As talk of an independence referendum for Iraq's Kurdistan Regional Government (KRG) grows, Iran's role is becoming more visible, especially that of Qasem Soleimani, the powerful commander of the Islamic Revolutionary Guard Corps' Quds Force. But it appears that this role is retreating in the face of Kurdish ambitions for more independence.
Kurdish media outlets reported April 10 that Soleimani had met senior leaders of the Patriotic Union of Kurdistan (PUK) in Sulaimaniyah. Rudaw, a media organization aligned with the Kurdistan Democratic Party (KDP), reported April 11 that the goal of the visit was to prevent the KRG from holding an independence referendum.
But it appears that PUK officials were not the only parties to the meeting. Soleimani had discussed the poll with KRG President Massoud Barzani in Erbil. Soleimani is Iran's top official in Iraq, according to KRG Prime Minister Nechirvan Barzani. As such, he has had many relationships with Kurdish figures, especially in the PUK and the Kurdish Movement for Change (Gorran), since the 1990s.
Iraqi Kurdish political forces recently have increased their calls for a referendum on Kurdish independence. The leadership of the KDP has said such a poll will be held this year. The KDP and the PUK agreed to set up a joint panel April 2 to decide how the poll would be run and set a date for it.
Iran is against such a step and sees an independent KRG as a red line, something KDP Secretary-General Fadel Mirani dismissed on April 11, saying, "We don't need permission from anyone to hold a referendum." But it is impossible to ignore the clout of neighboring states opposed to Kurdish independence. Iran especially enjoys serious influence over the PUK and Gorran in Sulaimaniyah, which is close to the Iranian border.
Iran also has various means of affecting developments in Kurdistan. Economically, the Iranian border is a lifeline to the PUK and Gorran heartlands. The border is even more important in light of continuing intra-Kurdish disputes. Iran could economically strangle certain areas of the KRG. "Iran's strategy in Iraq is a policy of divide and rule," Joost Hiltermann, the program director for the Middle East and North Africa for the International Crisis Group, told Al-Monitor. "Kurdish society is very divided at the moment and Iran has a chance to exploit those divisions."
Iran would lose much of this leverage were Kurdish parties to put aside their differences, because there is major trading activity across the KRG's border with Turkey, which could serve the entire region from east to west. All this depends on the level of coordination between Iran and Turkey, which also opposes steps toward Kurdish independence in Iraq.
As the commander of an influential military force in the area, Soleimani plays a prominent role in Iran's security apparatus in the KRG. Iran has a major security presence throughout the region. There are also Iranian Kurdish opposition factions operating from Iraqi Kurdish territory that occasionally use it as a launchpad for attacks on Iranian soil. This has prompted Iran to beef up its presence in the KRG. David Pollock of the Washington Institute cited a Gorran movement official as saying that Iranian agents have 700 safe houses in Sulaimaniyah alone.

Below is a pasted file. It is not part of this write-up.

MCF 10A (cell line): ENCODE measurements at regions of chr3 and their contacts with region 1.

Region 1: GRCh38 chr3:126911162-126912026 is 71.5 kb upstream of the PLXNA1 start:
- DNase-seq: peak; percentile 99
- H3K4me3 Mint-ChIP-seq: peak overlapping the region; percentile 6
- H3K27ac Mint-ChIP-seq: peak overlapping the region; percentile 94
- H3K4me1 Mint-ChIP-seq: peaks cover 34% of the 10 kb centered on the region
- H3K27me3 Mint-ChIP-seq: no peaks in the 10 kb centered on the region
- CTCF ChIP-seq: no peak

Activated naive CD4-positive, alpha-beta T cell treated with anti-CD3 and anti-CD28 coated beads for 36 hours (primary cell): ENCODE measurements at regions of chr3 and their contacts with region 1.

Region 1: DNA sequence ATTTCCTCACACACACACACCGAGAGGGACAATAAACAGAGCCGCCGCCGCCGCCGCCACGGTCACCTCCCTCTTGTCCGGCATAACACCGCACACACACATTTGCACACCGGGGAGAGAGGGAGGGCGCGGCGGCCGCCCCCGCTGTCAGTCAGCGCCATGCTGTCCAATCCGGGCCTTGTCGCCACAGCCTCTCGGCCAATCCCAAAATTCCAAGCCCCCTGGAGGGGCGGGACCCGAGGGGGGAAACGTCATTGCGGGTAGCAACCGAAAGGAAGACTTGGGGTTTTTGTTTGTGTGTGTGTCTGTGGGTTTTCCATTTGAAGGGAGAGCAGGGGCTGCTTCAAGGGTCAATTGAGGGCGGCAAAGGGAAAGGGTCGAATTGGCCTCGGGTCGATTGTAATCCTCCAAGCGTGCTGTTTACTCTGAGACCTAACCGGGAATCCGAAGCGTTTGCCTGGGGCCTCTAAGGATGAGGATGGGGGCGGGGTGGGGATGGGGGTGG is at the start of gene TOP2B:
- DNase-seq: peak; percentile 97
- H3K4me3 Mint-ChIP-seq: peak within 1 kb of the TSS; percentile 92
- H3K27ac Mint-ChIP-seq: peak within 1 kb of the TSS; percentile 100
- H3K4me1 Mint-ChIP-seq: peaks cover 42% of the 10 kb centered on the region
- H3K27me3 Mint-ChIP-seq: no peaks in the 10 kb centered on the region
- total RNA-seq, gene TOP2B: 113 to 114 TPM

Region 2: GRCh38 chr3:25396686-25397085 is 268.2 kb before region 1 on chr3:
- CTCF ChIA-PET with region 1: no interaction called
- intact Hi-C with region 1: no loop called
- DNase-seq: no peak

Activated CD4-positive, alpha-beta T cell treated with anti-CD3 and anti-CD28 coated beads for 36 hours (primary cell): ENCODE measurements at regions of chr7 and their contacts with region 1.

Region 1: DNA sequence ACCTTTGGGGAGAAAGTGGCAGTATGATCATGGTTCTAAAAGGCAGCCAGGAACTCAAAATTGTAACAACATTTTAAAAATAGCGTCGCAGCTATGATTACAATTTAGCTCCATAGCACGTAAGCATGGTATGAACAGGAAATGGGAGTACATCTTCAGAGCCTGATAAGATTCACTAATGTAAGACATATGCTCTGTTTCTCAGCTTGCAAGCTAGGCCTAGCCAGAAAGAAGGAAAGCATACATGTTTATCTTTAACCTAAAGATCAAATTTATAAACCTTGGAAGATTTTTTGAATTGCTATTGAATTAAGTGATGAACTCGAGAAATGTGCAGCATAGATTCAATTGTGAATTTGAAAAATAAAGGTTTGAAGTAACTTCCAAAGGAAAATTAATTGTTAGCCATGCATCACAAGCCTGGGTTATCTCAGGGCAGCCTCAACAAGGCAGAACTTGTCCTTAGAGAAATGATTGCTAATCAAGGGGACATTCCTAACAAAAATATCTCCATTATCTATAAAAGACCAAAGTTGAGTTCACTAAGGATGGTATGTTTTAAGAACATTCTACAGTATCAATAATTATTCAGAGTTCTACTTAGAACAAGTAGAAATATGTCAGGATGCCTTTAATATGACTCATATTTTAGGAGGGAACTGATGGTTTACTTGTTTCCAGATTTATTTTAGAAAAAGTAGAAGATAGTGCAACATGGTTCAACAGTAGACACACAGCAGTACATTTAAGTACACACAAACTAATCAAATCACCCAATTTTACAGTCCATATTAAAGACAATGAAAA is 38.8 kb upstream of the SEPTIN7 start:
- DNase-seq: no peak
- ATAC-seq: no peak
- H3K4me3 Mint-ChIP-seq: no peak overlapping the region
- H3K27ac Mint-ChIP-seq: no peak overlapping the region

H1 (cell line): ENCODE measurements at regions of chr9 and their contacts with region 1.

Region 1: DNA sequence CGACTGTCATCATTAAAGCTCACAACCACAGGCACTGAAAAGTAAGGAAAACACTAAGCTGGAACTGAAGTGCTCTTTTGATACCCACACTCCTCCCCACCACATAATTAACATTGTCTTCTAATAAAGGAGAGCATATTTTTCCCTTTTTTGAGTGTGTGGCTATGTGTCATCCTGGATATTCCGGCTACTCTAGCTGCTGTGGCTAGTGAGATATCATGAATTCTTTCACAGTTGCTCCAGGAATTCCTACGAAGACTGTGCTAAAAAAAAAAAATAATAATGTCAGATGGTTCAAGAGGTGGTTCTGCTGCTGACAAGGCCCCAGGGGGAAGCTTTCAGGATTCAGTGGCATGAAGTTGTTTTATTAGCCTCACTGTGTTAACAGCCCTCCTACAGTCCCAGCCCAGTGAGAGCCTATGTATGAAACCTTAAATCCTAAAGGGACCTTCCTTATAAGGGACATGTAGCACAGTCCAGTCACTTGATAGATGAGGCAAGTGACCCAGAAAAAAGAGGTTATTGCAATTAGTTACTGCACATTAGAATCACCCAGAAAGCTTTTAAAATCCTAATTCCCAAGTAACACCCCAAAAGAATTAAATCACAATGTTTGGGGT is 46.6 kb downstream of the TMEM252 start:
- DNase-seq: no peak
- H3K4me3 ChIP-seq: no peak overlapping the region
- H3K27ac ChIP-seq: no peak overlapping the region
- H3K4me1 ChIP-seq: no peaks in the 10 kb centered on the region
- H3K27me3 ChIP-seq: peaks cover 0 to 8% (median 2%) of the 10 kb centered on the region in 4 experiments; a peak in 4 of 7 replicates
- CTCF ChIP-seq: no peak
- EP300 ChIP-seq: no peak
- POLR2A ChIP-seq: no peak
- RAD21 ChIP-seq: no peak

Hemn Seyedi, a former leading official in the Kurdistan Democratic Party-Iran, which is a splinter of the Kurdistan Democratic Party of Iran (KDPI), told Al-Monitor, "In the last two decades, Iran has carried out dozens of security operations on Iraqi Kurdish soil. It has assassinated dozens of Kurdish opposition activists and bombed KDPI bases during incursions on KRG territory."
In December, six members of the KDPI died in an explosion in a base in the KRG town of Koya. The party leadership accused Iran of carrying out the attack. Nechirvan Barzani did not rule out the possibility that Iran was behind it.
Soleimani may also use Iran's considerable diplomatic, economic and security apparatuses to prevent the region becoming independent. Kurdish studies specialist Kamran Matin of the University of Sussex told Al-Monitor that if there really was a referendum and Kurdish leaders took steps toward independence, it is possible that Soleimani would provoke the central government in Baghdad and Shiite militias against the KRG. "Iran could also take the presence of opposition Kurdish-Iranian forces in the region as a pretext for military intervention there," he said. "On the other hand, Iran could enter into an alliance with Turkey to put pressure on the region. Finally, the Iranian Revolutionary Guard could use extremist Sunni Kurdish groups against the regional government, as it did early 2000s, when it it supported the Ansar al-Islam group in order to win political concessions from the region."
But Hiltermann said it is unlikely Iran would take such measures in the near future. "I don't think Iran is very worried, given that it is only a referendum and it will not receive much international support at this stage," he said.
Despite Iran's leverage in the region and Soleimani's moves to prevent the region from gaining more independence, the region has won major privileges in recent years thanks to support from the United States.